It is hard to admit I was wrong, but I have to man up and confess I made a slight error in my review of the original H9. I was dead on about the cool things you could do with the x/y pad option on the iOS interface, as demoed here. But, I posited a big advantage of the pedal was being able to cherry-pick algorithms from each of Eventide’s Factor pedals with out having to pony up for all four to access them. Why pay for a bunch of sounds you won’t use—right? That makes sense, but, as I discovered, there is another way to look at it.
Having had a chance to play with the H9 Max—a pedal loaded with every algorithm on all the Factor pedals and then some, I realized my theory was fine if you were able to try every algorithm available and knew exactly which ones you liked. I realized when exploring the Max there were algorithms I hadn’t had a chance to hear and thus didn’t know I would like: things like HarPeggiator, which creates instant arpeggios out of a single played note, and Sythonizer, which creates synth-like tones without a special pickup needed. Exploring things like Reverse delay, Pitch Undulator, Resonator, and the cool Looper, I realized there were many algorithms I might never have considered without the opportunity to spend some serious time with them. Granted you can demo an algorithm for five minutes before deciding whether to buy it, but with some it is not until I dug deep into their considerable depths that I found inspiration.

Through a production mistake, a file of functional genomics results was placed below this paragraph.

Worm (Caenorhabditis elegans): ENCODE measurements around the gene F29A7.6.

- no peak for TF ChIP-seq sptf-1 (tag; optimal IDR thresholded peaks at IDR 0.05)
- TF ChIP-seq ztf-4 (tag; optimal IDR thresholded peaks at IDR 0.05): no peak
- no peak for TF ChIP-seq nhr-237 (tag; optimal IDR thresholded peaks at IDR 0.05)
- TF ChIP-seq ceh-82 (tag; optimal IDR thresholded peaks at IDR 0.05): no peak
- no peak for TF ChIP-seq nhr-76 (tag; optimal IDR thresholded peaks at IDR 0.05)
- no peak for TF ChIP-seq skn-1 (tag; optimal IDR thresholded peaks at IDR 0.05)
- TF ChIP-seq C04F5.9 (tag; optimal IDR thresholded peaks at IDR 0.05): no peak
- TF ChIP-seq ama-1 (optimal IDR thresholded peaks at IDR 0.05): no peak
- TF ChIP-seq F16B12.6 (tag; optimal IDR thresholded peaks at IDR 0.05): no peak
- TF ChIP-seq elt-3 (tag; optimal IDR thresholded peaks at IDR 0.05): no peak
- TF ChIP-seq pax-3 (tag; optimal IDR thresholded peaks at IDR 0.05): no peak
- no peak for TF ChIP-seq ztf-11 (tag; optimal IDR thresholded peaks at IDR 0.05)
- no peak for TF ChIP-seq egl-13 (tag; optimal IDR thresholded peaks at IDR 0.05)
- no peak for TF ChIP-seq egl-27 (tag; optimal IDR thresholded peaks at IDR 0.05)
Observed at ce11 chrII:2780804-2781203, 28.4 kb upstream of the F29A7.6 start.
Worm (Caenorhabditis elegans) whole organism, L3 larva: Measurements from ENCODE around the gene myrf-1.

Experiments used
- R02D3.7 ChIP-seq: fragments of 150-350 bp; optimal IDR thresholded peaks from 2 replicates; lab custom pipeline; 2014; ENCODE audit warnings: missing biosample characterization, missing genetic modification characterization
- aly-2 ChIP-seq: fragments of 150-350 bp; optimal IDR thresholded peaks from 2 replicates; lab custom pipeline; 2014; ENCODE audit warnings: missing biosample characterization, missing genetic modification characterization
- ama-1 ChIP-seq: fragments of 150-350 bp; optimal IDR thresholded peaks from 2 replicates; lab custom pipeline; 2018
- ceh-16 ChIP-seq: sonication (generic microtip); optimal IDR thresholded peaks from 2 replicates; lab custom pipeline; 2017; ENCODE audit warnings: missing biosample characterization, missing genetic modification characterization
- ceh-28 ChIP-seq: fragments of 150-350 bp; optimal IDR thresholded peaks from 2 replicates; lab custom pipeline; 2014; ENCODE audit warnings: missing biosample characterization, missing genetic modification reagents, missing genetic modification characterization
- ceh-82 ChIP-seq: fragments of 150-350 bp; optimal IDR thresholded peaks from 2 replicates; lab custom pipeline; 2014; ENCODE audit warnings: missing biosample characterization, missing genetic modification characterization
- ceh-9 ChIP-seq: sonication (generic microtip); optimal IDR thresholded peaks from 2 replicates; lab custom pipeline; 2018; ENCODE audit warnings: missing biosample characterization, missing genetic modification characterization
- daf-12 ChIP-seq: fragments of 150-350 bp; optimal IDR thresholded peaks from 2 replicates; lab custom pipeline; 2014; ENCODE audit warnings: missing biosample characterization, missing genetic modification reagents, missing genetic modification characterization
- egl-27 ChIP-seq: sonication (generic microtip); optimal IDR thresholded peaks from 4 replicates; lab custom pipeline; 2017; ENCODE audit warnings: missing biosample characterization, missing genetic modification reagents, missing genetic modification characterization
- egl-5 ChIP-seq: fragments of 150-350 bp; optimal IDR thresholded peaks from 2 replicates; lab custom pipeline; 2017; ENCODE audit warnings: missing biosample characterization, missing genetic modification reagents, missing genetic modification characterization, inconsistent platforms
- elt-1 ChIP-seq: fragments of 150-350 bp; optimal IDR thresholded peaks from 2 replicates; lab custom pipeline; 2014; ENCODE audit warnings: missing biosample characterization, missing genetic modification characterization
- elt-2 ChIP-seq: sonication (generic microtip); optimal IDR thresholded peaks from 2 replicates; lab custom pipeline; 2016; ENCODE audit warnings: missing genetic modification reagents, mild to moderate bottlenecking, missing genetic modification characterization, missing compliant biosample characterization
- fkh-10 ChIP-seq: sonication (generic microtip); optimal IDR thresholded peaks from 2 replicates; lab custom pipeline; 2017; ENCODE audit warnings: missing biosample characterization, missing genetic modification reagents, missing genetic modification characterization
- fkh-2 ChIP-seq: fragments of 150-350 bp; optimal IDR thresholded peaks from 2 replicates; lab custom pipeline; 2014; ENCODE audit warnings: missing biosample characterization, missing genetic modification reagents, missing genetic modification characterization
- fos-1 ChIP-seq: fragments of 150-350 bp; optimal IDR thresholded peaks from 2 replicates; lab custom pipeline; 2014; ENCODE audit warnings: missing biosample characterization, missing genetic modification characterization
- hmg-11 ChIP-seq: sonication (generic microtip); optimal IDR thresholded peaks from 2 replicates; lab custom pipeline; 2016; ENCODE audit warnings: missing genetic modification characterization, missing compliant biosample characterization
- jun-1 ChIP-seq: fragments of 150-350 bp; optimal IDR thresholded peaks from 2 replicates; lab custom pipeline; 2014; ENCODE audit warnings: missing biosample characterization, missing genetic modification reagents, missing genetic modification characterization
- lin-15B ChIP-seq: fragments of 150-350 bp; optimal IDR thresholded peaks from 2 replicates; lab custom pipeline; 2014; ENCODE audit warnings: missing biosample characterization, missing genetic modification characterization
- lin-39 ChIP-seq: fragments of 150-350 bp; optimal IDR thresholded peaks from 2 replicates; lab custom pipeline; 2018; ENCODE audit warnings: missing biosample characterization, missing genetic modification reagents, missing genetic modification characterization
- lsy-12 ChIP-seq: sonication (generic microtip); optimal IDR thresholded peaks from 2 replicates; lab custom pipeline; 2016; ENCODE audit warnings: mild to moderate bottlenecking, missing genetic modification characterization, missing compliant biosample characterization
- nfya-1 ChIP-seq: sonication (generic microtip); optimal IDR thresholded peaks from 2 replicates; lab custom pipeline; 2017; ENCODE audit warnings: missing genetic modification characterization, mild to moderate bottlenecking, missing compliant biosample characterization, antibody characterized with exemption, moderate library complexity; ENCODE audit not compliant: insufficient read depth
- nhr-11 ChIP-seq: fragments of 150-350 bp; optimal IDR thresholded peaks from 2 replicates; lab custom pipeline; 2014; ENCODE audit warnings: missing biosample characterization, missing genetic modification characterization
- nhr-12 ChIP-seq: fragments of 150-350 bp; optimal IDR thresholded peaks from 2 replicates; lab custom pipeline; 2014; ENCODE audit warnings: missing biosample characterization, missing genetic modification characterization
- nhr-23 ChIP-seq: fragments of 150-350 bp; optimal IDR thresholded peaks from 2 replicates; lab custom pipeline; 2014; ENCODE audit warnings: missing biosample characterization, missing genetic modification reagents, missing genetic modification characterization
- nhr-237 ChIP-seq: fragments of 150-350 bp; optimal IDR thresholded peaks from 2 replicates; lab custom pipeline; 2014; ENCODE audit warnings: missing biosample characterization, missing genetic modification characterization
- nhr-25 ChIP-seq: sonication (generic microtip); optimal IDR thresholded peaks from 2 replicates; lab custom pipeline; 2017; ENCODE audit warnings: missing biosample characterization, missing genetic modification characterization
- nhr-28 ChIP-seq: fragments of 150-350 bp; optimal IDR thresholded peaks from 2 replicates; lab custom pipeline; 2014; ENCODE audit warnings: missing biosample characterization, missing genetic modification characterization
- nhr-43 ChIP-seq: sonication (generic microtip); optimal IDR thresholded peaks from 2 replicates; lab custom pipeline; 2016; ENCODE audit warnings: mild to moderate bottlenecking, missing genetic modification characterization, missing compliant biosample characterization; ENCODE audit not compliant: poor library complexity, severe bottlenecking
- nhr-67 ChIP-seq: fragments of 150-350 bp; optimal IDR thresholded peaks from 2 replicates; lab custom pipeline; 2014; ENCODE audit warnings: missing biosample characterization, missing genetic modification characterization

Having purchased an iPad since I started working with the original H9, I enjoyed the ease with which I could switch among the algorithms and presets, as well as the direct manipulation of parameters through the algorithm GUI or the x/y pad. I have also been marveling at how warm these effects are, with no trace of digital harshness.
Crunching the Numbers
If you just can’t make the Max ‘s price point, he H9 Core ($399 street) and original H9 ($499) street are still good places to start. But, when you consider at $699 ($300 over the Core, or $200 over the original) you are getting $900 worth of algorithms (if purchased separately at $20 a pop) the Max starts to look like a real bargain.
Worried that, like so many who fall in love with this pedal, you will want to put two on your board and can’t afford $699 x 2? (Still $700 less than the cheapest Eventide rackmount—the Eclipse). You don’t have to purchase a second Max; you can add all your algorithms to a Core and have two Max’s for a grand.
Ultimately it comes down to your pocketbook; if you can swing it, there is no reason not to buy the Eventide H9 Max.